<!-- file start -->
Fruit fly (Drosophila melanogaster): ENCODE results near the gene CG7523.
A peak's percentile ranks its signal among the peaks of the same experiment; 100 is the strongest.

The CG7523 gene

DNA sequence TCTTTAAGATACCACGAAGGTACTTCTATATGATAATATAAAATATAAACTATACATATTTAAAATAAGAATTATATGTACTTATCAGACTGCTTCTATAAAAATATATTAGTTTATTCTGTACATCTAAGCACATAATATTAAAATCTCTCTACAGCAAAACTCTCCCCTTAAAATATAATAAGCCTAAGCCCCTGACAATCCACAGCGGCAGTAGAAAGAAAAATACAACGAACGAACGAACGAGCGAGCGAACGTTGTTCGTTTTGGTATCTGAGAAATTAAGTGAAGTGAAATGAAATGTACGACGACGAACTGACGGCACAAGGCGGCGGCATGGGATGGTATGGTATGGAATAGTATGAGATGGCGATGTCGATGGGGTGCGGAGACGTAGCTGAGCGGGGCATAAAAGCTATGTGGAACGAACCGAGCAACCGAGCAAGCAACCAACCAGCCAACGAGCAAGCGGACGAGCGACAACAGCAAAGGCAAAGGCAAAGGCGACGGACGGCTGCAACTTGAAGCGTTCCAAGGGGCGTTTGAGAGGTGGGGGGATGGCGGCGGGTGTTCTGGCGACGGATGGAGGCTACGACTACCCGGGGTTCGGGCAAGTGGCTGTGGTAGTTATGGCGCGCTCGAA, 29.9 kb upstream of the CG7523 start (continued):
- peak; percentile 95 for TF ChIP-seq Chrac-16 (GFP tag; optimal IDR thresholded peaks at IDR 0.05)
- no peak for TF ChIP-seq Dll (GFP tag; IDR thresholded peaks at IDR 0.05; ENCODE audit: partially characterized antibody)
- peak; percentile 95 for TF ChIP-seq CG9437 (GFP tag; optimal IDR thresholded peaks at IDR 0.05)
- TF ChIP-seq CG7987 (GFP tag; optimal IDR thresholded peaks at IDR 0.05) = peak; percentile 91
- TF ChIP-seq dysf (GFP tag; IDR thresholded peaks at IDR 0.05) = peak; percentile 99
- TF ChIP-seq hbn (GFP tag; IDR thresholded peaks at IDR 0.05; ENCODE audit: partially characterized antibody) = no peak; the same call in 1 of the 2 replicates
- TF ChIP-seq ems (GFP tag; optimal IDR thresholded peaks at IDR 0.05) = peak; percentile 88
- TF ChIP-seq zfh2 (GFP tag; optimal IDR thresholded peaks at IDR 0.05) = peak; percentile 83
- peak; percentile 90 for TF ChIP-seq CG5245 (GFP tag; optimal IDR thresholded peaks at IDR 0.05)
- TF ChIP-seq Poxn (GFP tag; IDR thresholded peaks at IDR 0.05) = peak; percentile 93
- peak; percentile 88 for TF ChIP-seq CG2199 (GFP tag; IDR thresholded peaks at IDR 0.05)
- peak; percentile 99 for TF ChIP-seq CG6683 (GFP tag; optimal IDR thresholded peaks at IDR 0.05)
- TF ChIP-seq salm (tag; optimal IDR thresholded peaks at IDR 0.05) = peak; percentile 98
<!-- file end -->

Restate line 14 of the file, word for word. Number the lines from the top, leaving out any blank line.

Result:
- TF ChIP-seq Poxn (GFP tag; IDR thresholded peaks at IDR 0.05) = peak; percentile 93